By Emma Crosby
Special to The Chronicle
Back in August, Penny Pritzker, US Secretary of Commerce, visited the Vermeer Corporation in Pella. This was as part of a ‘nationwide listening tour’, which many hope will help to bridge the gap which has grown up between the Obama administration and US business. People on both sides of the gap seem cautiously optimistic about Pritzker’s efforts, seeing the ease with which her business background sits with her Democrat credentials as a positive boon which could be of great value in the re-alignment of business interests with state interests (and vice versa). Is this confidence justified? What could Pritzker’s tenure mean for businesses like the Vermeer Corporation?
Penny Pritzker is certainly a powerful and successful woman. Indeed, in 2009, Forbes magazine named her one of the top 100 most powerful women in the world, and she routinely makes the Forbes 400 ‘rich list’. Born into the wealthy Pritzker business dynasty, Penny swiftly proved that she was more than a simple heiress by founding and running a variety of successful business and banking interests. Her knowledge of American business and the US economy is intimate and detailed, and she undoubtedly has the requisite background knowledge to fulfill her role with aplomb. She has also been involved with the Obama administration from the very beginning – a union which those who consider Obama opposed to American business interests may find confusing. However, Penny Pritzker appears to have had an extremely solid and worthwhile relationship with Obama’s regime, serving as an economic and finance advisor on campaigns and within government. Rumor has it that the President has wanted her for Secretary of Commerce since at least 2009, but she refused the role until 2013 – when she was sworn in.
The Pertinent Issues
Her term is only a few months old, but signs look promising both for business and government. One of the main issues facing Pritzker in particular and the Obama administration in general is re-opening communication channels between business and government, and rebuilding trust between the two. When the Recession hit, people on the left and right of politics flew to the respective ends of their spectrums and spent the next few years glaring and blaming across the divide. Thus, many business interests feel that they are being stamped upon by a repressive left-wing regime, while those on the left equally feel that corporate greed and unregulated business are largely what caused the terrible economic problems of the last few years in the first place. The left wing feels that business needs to be brought to heel to prevent such a catastrophe from reoccurring, while right-wing business interests believe that over-regulation of corporations is stifling economic recovery. The truth is probably somewhere between the two, but the truth of the matter is not what is important if relations between business and government are to be repaired. What needs to occur instead is a thawing of hostilities, and for free-flowing communication networks to be re-established. Most importantly of all, there needs to be respect on both sides for the opinion of the other. This is where Pritzker comes in. Her impressive business credentials ensure that she will be respected by American businesses and corporations, while her own knowledge of the economy from a business point of view will allow her to effectively mediate the Obama line through a reasonable prism of experience. The ‘listening tour’ which she undertook, part of which involved her visit to Pella, demonstrates a great willingness to establish communication, and to listen without prejudice to the grievances and ideas of American business. Indeed, her department’s new slogan is ‘Open for business’, which bodes well for a cooling of tensions.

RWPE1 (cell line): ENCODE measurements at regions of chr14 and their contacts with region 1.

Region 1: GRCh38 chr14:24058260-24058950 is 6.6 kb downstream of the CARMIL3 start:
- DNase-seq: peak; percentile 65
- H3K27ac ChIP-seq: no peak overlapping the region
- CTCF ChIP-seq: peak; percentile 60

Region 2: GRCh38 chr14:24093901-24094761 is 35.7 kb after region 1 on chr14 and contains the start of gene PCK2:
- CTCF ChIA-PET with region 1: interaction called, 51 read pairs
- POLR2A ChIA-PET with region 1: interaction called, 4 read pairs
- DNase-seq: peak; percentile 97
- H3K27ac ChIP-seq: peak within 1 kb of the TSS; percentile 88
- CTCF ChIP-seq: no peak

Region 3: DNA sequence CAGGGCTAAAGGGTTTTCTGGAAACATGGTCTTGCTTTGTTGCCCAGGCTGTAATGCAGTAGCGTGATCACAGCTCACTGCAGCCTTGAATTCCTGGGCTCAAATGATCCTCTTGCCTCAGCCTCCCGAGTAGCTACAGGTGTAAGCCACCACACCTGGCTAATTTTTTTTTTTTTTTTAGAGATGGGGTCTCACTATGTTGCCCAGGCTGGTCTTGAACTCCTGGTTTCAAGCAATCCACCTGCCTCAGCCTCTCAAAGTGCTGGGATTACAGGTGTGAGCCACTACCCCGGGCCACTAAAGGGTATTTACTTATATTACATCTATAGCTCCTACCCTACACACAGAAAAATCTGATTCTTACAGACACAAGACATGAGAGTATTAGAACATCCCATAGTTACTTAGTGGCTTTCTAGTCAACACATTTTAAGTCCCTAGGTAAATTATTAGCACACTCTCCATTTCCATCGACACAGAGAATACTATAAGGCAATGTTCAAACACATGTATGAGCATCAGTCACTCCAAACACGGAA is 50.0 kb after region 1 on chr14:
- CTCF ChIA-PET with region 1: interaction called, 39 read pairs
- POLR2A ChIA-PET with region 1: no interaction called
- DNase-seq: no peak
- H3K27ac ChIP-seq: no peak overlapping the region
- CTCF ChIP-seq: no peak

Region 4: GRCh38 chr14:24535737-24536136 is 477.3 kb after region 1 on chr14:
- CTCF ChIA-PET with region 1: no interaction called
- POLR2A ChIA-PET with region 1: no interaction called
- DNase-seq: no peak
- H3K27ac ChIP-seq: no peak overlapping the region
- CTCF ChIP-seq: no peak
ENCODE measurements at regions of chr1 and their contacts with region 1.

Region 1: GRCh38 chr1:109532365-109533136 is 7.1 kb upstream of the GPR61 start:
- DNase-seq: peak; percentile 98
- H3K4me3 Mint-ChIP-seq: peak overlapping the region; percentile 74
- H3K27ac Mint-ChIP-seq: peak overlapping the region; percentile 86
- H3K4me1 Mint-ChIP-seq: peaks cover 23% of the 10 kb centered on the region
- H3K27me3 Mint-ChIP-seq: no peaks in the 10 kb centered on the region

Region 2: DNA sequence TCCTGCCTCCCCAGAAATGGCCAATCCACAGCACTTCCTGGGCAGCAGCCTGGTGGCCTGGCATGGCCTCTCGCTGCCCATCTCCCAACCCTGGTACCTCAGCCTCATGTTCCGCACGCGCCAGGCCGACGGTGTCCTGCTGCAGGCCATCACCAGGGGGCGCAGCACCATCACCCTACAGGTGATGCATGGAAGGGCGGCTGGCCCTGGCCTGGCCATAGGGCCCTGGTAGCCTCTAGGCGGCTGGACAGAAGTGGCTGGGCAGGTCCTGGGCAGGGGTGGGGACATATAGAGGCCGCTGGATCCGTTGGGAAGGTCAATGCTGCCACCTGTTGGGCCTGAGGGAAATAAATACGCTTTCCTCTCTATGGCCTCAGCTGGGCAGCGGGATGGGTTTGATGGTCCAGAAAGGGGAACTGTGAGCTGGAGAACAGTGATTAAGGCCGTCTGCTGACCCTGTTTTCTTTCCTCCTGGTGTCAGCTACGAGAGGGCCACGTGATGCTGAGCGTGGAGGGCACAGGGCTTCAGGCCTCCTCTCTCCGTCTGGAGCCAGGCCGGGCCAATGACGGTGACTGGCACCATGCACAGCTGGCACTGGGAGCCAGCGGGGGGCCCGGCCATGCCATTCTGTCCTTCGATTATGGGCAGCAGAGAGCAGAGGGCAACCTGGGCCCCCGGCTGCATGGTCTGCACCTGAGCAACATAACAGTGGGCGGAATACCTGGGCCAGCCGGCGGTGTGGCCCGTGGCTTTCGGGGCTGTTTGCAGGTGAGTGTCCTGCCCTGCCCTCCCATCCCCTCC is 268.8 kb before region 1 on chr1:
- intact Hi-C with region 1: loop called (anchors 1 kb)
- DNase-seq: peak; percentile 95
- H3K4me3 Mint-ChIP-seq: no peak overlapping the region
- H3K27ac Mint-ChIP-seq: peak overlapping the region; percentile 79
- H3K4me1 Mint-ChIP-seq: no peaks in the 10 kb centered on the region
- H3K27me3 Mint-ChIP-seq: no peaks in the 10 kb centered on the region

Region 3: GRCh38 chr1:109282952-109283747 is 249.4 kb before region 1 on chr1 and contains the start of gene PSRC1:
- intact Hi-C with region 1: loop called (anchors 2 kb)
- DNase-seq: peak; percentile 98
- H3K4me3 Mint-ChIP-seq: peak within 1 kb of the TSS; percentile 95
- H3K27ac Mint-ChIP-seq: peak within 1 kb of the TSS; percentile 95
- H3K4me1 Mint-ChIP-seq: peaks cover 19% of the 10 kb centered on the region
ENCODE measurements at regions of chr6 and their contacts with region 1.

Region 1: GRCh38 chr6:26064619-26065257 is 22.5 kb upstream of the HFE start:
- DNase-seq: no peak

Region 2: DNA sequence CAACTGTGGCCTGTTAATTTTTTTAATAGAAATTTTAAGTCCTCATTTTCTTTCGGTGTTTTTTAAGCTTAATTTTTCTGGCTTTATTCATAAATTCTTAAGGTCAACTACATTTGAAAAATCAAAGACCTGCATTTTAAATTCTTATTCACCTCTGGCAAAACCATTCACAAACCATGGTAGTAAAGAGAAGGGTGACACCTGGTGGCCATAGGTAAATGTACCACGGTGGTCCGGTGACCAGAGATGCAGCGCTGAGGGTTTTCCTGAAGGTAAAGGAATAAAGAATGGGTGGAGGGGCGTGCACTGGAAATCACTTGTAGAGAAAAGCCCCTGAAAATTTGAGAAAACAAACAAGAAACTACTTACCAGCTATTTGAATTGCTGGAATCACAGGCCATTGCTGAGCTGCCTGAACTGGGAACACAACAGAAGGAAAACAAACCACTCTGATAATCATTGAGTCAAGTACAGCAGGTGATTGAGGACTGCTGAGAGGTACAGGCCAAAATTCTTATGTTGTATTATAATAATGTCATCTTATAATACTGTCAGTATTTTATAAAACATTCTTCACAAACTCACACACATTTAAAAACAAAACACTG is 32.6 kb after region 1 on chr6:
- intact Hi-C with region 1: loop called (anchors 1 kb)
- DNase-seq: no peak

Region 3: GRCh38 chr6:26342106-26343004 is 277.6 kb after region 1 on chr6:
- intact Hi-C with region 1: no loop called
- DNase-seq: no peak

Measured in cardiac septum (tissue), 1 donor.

This comes at a good time. Green shoots of are beginning to spring up everywhere, and confidence in the economic recovery is growing. However, this by no means indicates that Americans should become complacent. This is a very sensitive time, as government and business must now go head to head in order to work out how this recovery should be managed and encouraged. This is a problem countries worldwide are facing, and there is no clear answer. This recession has been the first internet-age economic crisis, and people are unsure of the implications of such a thing for the future, or how it should be handled. In the US, the tendency seems to be for government to crack down on business. This has been met with horror by US business – but it should be remembered that, compared to businesses in Europe and other parts of the western world, American business has always enjoyed a deregulated freedom which people of other nations would probably consider reckless, promoting of greed, and even bad for human interest. Interestingly, in the UK (traditionally a far more left-wing nation than the US), David Cameron’s government have been trying to encourage the burgeoning economic recovery by cozying up to big business. This is the precise opposite of the Obama’s administration’s tactics, and has been met with similar horror on the part of the British public. Yet the UK, despite its government’s differing economic tactics, has been showing similar signs of economic growth to the US. Notoriously credit-shy during the crash, British financial websites are now offering comparisons of business loans for ‘that extra cash boost’ - something which would have been unheard of a mere two years ago. The British government’s relationship with business started on the left and has been moving slightly right, while the American government’s relationship with business started on the right and has been moving slightly left. Perhaps this indicates that the solution lies in the middle of the political spectrum, with communication, respect, and concessions on all sides.